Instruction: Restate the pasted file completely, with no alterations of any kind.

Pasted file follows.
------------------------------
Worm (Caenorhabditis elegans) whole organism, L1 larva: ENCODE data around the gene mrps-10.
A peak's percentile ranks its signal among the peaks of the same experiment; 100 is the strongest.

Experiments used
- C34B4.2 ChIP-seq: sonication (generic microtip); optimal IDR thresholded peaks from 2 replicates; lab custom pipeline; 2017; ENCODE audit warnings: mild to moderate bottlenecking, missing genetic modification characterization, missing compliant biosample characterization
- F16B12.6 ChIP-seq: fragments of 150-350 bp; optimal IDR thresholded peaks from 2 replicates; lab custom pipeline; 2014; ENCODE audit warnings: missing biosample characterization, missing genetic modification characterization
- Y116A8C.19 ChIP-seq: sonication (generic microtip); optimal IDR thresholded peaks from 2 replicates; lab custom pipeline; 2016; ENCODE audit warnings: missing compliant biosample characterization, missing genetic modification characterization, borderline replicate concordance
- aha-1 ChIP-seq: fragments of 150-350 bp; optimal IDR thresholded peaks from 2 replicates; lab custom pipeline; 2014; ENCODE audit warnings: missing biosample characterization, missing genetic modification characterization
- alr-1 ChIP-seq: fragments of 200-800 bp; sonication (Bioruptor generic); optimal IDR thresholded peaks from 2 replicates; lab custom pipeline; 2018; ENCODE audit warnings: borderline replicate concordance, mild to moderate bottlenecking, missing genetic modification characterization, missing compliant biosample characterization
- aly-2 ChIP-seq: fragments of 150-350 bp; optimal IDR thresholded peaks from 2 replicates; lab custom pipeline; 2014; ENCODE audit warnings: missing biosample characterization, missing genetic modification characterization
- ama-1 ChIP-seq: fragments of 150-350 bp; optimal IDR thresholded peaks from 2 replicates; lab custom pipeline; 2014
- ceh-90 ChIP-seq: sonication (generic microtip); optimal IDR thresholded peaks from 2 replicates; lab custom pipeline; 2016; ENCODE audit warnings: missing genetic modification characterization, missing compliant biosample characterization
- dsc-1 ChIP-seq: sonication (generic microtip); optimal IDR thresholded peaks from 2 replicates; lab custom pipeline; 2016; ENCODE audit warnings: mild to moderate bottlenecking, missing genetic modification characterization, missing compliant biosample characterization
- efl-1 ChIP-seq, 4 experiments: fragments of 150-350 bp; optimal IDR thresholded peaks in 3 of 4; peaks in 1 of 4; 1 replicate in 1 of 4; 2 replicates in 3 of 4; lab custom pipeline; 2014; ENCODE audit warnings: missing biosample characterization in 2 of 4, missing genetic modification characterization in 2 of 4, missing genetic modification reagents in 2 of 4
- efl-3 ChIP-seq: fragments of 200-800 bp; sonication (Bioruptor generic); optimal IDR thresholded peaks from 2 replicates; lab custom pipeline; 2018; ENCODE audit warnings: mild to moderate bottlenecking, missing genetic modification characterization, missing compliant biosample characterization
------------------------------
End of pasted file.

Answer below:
Worm (Caenorhabditis elegans) whole organism, L1 larva: ENCODE data around the gene mrps-10.
A peak's percentile ranks its signal among the peaks of the same experiment; 100 is the strongest.

Experiments used
- C34B4.2 ChIP-seq: sonication (generic microtip); optimal IDR thresholded peaks from 2 replicates; lab custom pipeline; 2017; ENCODE audit warnings: mild to moderate bottlenecking, missing genetic modification characterization, missing compliant biosample characterization
- F16B12.6 ChIP-seq: fragments of 150-350 bp; optimal IDR thresholded peaks from 2 replicates; lab custom pipeline; 2014; ENCODE audit warnings: missing biosample characterization, missing genetic modification characterization
- Y116A8C.19 ChIP-seq: sonication (generic microtip); optimal IDR thresholded peaks from 2 replicates; lab custom pipeline; 2016; ENCODE audit warnings: missing compliant biosample characterization, missing genetic modification characterization, borderline replicate concordance
- aha-1 ChIP-seq: fragments of 150-350 bp; optimal IDR thresholded peaks from 2 replicates; lab custom pipeline; 2014; ENCODE audit warnings: missing biosample characterization, missing genetic modification characterization
- alr-1 ChIP-seq: fragments of 200-800 bp; sonication (Bioruptor generic); optimal IDR thresholded peaks from 2 replicates; lab custom pipeline; 2018; ENCODE audit warnings: borderline replicate concordance, mild to moderate bottlenecking, missing genetic modification characterization, missing compliant biosample characterization
- aly-2 ChIP-seq: fragments of 150-350 bp; optimal IDR thresholded peaks from 2 replicates; lab custom pipeline; 2014; ENCODE audit warnings: missing biosample characterization, missing genetic modification characterization
- ama-1 ChIP-seq: fragments of 150-350 bp; optimal IDR thresholded peaks from 2 replicates; lab custom pipeline; 2014
- ceh-90 ChIP-seq: sonication (generic microtip); optimal IDR thresholded peaks from 2 replicates; lab custom pipeline; 2016; ENCODE audit warnings: missing genetic modification characterization, missing compliant biosample characterization
- dsc-1 ChIP-seq: sonication (generic microtip); optimal IDR thresholded peaks from 2 replicates; lab custom pipeline; 2016; ENCODE audit warnings: mild to moderate bottlenecking, missing genetic modification characterization, missing compliant biosample characterization
- efl-1 ChIP-seq, 4 experiments: fragments of 150-350 bp; optimal IDR thresholded peaks in 3 of 4; peaks in 1 of 4; 1 replicate in 1 of 4; 2 replicates in 3 of 4; lab custom pipeline; 2014; ENCODE audit warnings: missing biosample characterization in 2 of 4, missing genetic modification characterization in 2 of 4, missing genetic modification reagents in 2 of 4
- efl-3 ChIP-seq: fragments of 200-800 bp; sonication (Bioruptor generic); optimal IDR thresholded peaks from 2 replicates; lab custom pipeline; 2018; ENCODE audit warnings: mild to moderate bottlenecking, missing genetic modification characterization, missing compliant biosample characterization